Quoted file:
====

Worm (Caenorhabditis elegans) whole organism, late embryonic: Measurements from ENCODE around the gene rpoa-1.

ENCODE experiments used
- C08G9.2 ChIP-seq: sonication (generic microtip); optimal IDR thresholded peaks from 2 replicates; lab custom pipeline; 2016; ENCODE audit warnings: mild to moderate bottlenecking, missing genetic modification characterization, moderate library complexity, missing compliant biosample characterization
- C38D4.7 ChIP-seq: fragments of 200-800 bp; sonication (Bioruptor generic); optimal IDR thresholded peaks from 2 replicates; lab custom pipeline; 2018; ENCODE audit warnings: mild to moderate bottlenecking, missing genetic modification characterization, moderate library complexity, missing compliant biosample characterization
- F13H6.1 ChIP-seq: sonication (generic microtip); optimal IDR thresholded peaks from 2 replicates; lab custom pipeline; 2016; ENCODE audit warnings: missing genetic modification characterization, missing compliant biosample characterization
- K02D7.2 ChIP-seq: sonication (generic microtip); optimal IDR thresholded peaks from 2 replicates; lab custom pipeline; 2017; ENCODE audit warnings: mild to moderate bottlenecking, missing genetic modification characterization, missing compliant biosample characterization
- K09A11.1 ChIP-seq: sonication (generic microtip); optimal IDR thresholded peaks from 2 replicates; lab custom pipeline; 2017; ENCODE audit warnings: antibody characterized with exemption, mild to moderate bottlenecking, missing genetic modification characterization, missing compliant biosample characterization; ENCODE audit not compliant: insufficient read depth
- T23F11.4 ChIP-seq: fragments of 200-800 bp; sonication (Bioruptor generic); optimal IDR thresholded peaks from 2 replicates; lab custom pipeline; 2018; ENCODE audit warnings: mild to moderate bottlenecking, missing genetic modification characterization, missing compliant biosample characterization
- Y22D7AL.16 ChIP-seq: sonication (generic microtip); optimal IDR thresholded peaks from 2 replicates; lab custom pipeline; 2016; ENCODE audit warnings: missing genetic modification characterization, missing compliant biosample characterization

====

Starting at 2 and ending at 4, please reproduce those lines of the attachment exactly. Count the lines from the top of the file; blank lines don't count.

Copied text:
ENCODE experiments used
- C08G9.2 ChIP-seq: sonication (generic microtip); optimal IDR thresholded peaks from 2 replicates; lab custom pipeline; 2016; ENCODE audit warnings: mild to moderate bottlenecking, missing genetic modification characterization, moderate library complexity, missing compliant biosample characterization
- C38D4.7 ChIP-seq: fragments of 200-800 bp; sonication (Bioruptor generic); optimal IDR thresholded peaks from 2 replicates; lab custom pipeline; 2018; ENCODE audit warnings: mild to moderate bottlenecking, missing genetic modification characterization, moderate library complexity, missing compliant biosample characterization